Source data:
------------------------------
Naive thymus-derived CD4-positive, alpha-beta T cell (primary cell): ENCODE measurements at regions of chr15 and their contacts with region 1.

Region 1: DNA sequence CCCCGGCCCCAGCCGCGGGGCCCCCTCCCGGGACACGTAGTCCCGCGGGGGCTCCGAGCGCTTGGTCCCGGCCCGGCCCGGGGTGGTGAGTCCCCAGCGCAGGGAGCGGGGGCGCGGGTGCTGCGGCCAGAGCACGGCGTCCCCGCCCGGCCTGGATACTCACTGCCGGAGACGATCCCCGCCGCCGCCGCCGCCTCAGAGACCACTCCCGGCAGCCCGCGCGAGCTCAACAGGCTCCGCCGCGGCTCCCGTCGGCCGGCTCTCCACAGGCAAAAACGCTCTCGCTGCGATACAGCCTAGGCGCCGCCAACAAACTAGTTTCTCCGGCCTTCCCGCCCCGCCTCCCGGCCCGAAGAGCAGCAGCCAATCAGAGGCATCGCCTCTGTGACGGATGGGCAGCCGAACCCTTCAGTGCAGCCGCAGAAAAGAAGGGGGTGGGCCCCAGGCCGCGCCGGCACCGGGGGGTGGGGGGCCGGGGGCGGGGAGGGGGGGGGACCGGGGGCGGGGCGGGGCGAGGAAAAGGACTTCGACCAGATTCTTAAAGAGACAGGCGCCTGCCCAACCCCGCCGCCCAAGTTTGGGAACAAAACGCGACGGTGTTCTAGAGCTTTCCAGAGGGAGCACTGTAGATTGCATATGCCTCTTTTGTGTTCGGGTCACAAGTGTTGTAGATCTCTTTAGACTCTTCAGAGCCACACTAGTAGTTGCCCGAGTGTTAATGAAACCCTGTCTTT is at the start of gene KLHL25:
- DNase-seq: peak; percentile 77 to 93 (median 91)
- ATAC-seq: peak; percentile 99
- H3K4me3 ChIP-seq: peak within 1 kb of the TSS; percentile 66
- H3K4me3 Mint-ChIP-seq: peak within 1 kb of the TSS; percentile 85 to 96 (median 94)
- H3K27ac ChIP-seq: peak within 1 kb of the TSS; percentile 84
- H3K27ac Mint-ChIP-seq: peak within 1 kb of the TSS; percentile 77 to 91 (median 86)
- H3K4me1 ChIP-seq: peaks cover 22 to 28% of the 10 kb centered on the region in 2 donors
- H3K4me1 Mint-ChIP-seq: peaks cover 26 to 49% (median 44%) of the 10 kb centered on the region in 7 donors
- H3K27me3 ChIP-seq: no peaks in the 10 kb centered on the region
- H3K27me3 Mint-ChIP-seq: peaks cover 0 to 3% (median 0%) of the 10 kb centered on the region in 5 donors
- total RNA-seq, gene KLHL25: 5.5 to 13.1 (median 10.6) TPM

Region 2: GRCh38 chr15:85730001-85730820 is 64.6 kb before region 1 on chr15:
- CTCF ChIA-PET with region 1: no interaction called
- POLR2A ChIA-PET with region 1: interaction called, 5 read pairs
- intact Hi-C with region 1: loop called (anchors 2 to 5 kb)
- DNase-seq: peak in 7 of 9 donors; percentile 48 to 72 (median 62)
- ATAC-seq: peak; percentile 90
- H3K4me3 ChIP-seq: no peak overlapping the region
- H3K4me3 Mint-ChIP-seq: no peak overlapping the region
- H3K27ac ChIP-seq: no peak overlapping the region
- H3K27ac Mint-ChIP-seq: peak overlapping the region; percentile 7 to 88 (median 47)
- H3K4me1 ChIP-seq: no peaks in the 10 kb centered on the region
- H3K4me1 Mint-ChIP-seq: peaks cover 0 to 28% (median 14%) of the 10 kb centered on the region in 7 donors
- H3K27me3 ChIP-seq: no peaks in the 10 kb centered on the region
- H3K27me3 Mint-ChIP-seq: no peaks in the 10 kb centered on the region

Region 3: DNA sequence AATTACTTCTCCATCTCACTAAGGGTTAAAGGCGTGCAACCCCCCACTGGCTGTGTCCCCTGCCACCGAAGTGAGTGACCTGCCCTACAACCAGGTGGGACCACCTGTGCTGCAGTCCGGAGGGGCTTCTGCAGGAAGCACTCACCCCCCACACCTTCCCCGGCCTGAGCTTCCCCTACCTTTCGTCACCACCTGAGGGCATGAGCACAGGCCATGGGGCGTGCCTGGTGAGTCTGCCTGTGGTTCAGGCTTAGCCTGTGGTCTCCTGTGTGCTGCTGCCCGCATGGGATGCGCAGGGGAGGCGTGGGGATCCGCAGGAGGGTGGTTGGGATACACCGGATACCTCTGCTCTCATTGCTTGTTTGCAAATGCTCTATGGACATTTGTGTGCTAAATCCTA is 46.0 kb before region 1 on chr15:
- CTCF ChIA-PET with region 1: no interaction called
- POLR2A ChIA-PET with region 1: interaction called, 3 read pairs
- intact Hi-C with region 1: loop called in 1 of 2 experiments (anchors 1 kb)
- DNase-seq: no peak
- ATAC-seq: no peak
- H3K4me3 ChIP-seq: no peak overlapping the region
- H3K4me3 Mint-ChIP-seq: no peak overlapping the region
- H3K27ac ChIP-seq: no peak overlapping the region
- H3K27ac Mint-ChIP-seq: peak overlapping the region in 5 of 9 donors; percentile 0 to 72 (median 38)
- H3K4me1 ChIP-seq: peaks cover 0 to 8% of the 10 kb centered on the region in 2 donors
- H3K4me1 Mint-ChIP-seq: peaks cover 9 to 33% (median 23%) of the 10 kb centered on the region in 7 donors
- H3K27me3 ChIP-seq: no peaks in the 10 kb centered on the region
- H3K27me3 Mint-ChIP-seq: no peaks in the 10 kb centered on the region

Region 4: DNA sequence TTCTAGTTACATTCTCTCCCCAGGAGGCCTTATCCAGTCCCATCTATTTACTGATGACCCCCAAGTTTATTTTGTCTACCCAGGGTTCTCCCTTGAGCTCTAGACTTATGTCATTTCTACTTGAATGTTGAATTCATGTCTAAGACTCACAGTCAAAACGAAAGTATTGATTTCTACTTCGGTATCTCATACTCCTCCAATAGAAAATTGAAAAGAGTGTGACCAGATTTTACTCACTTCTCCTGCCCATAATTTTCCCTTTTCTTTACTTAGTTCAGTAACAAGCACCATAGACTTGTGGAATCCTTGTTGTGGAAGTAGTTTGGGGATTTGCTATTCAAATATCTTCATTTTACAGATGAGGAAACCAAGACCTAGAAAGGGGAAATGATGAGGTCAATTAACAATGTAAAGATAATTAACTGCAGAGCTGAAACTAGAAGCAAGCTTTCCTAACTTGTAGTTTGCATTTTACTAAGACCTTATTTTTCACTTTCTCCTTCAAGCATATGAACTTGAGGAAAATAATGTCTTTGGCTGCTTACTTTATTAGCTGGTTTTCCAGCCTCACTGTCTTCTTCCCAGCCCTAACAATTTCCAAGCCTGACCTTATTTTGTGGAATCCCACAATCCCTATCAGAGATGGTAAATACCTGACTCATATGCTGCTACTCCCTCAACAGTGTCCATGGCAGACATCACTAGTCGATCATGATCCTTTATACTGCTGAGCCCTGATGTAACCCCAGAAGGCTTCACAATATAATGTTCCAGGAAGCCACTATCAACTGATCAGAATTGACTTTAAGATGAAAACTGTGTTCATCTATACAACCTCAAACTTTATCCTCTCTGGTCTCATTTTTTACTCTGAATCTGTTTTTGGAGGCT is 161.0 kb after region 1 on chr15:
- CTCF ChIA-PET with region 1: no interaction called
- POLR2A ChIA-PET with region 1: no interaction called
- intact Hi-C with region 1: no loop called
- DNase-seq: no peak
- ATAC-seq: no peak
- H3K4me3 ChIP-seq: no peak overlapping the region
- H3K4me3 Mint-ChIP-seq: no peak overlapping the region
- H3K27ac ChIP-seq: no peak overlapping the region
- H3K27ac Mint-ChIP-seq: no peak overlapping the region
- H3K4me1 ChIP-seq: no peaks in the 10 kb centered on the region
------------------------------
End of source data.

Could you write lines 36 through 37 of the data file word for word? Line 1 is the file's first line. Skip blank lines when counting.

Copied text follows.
- H3K27ac ChIP-seq: no peak overlapping the region
- H3K27ac Mint-ChIP-seq: peak overlapping the region in 5 of 9 donors; percentile 0 to 72 (median 38)